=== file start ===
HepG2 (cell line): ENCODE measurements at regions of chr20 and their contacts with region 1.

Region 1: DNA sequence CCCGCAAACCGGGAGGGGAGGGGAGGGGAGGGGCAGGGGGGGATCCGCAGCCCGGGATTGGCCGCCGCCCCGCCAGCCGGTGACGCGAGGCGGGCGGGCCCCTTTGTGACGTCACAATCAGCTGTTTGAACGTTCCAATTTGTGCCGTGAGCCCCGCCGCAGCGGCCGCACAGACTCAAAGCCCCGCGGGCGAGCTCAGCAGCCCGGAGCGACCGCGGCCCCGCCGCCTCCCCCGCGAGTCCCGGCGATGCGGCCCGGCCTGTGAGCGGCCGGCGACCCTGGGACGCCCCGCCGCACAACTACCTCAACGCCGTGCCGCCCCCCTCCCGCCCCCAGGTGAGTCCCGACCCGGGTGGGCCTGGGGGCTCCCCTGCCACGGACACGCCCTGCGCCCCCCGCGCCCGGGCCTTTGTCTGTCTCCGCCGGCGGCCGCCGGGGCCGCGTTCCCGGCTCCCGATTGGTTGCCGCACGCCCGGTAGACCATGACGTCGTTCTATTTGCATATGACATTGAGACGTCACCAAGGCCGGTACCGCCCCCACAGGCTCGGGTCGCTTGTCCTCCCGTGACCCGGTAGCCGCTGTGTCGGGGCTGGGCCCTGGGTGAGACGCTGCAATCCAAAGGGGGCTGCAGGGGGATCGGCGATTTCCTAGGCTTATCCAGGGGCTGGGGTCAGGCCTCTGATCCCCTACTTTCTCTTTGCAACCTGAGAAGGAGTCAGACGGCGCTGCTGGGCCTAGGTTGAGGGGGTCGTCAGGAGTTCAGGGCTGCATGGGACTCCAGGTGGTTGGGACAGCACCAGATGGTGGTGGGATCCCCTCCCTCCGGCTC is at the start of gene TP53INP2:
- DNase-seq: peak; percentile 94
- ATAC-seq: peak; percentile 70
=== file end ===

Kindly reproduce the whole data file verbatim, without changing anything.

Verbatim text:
HepG2 (cell line): ENCODE measurements at regions of chr20 and their contacts with region 1.

Region 1: DNA sequence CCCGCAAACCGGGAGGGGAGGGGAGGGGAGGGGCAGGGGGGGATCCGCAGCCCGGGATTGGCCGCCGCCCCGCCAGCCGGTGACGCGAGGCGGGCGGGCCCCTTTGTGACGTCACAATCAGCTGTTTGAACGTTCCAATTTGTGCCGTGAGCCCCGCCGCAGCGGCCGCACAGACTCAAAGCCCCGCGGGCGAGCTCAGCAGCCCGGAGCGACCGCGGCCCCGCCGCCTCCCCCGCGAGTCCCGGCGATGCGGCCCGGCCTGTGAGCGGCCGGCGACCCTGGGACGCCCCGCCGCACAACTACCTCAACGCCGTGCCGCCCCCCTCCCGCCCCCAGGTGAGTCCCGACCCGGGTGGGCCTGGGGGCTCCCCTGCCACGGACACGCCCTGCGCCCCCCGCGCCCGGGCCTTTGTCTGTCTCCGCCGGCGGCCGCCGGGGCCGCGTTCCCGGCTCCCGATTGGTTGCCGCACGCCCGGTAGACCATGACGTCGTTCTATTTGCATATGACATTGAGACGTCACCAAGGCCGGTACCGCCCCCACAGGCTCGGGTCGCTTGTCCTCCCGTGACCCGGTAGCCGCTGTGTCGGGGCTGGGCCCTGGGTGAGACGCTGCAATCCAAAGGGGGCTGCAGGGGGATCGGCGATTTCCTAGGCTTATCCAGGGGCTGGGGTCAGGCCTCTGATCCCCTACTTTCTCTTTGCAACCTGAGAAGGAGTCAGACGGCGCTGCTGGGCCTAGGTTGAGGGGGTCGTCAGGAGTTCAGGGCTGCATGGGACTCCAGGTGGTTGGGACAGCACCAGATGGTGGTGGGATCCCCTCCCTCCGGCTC is at the start of gene TP53INP2:
- DNase-seq: peak; percentile 94
- ATAC-seq: peak; percentile 70